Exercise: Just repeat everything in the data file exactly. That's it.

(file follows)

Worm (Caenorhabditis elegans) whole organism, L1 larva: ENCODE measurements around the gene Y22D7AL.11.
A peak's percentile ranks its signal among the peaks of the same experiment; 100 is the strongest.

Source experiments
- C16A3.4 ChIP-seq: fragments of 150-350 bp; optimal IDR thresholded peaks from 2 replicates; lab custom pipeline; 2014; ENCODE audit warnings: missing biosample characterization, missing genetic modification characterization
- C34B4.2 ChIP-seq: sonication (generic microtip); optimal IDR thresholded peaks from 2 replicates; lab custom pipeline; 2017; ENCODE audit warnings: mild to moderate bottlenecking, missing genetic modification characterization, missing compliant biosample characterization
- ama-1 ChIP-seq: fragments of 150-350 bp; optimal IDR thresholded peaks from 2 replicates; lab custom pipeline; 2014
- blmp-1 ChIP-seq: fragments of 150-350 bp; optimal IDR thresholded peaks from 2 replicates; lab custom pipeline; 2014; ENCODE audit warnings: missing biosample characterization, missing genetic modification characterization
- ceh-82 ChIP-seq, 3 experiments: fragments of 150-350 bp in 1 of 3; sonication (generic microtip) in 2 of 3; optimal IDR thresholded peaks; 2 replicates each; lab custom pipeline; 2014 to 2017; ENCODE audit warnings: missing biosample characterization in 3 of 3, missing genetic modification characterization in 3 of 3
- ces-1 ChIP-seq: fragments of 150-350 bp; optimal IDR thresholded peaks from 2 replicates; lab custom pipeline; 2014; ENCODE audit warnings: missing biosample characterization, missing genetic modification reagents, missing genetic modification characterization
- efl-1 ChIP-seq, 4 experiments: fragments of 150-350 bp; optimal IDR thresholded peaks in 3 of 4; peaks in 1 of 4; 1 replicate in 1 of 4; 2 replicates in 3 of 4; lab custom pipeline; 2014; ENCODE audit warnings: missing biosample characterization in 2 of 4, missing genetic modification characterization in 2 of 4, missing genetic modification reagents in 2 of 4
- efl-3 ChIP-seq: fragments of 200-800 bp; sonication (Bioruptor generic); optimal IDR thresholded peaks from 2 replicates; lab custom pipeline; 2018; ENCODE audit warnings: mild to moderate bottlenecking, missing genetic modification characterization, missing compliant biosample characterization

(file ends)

Worm (Caenorhabditis elegans) whole organism, L1 larva: ENCODE measurements around the gene Y22D7AL.11.
A peak's percentile ranks its signal among the peaks of the same experiment; 100 is the strongest.

Source experiments
- C16A3.4 ChIP-seq: fragments of 150-350 bp; optimal IDR thresholded peaks from 2 replicates; lab custom pipeline; 2014; ENCODE audit warnings: missing biosample characterization, missing genetic modification characterization
- C34B4.2 ChIP-seq: sonication (generic microtip); optimal IDR thresholded peaks from 2 replicates; lab custom pipeline; 2017; ENCODE audit warnings: mild to moderate bottlenecking, missing genetic modification characterization, missing compliant biosample characterization
- ama-1 ChIP-seq: fragments of 150-350 bp; optimal IDR thresholded peaks from 2 replicates; lab custom pipeline; 2014
- blmp-1 ChIP-seq: fragments of 150-350 bp; optimal IDR thresholded peaks from 2 replicates; lab custom pipeline; 2014; ENCODE audit warnings: missing biosample characterization, missing genetic modification characterization
- ceh-82 ChIP-seq, 3 experiments: fragments of 150-350 bp in 1 of 3; sonication (generic microtip) in 2 of 3; optimal IDR thresholded peaks; 2 replicates each; lab custom pipeline; 2014 to 2017; ENCODE audit warnings: missing biosample characterization in 3 of 3, missing genetic modification characterization in 3 of 3
- ces-1 ChIP-seq: fragments of 150-350 bp; optimal IDR thresholded peaks from 2 replicates; lab custom pipeline; 2014; ENCODE audit warnings: missing biosample characterization, missing genetic modification reagents, missing genetic modification characterization
- efl-1 ChIP-seq, 4 experiments: fragments of 150-350 bp; optimal IDR thresholded peaks in 3 of 4; peaks in 1 of 4; 1 replicate in 1 of 4; 2 replicates in 3 of 4; lab custom pipeline; 2014; ENCODE audit warnings: missing biosample characterization in 2 of 4, missing genetic modification characterization in 2 of 4, missing genetic modification reagents in 2 of 4
- efl-3 ChIP-seq: fragments of 200-800 bp; sonication (Bioruptor generic); optimal IDR thresholded peaks from 2 replicates; lab custom pipeline; 2018; ENCODE audit warnings: mild to moderate bottlenecking, missing genetic modification characterization, missing compliant biosample characterization